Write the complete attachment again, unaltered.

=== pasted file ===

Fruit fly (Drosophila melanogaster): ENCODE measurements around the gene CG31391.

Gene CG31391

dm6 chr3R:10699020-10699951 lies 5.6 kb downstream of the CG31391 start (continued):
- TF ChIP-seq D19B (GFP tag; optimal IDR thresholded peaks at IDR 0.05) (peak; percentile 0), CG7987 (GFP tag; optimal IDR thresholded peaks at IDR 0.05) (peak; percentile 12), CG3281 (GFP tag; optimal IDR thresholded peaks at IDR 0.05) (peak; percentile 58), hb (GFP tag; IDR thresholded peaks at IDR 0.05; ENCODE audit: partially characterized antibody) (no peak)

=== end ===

Fruit fly (Drosophila melanogaster): ENCODE measurements around the gene CG31391.

Gene CG31391

dm6 chr3R:10699020-10699951 lies 5.6 kb downstream of the CG31391 start (continued):
- TF ChIP-seq D19B (GFP tag; optimal IDR thresholded peaks at IDR 0.05) (peak; percentile 0), CG7987 (GFP tag; optimal IDR thresholded peaks at IDR 0.05) (peak; percentile 12), CG3281 (GFP tag; optimal IDR thresholded peaks at IDR 0.05) (peak; percentile 58), hb (GFP tag; IDR thresholded peaks at IDR 0.05; ENCODE audit: partially characterized antibody) (no peak)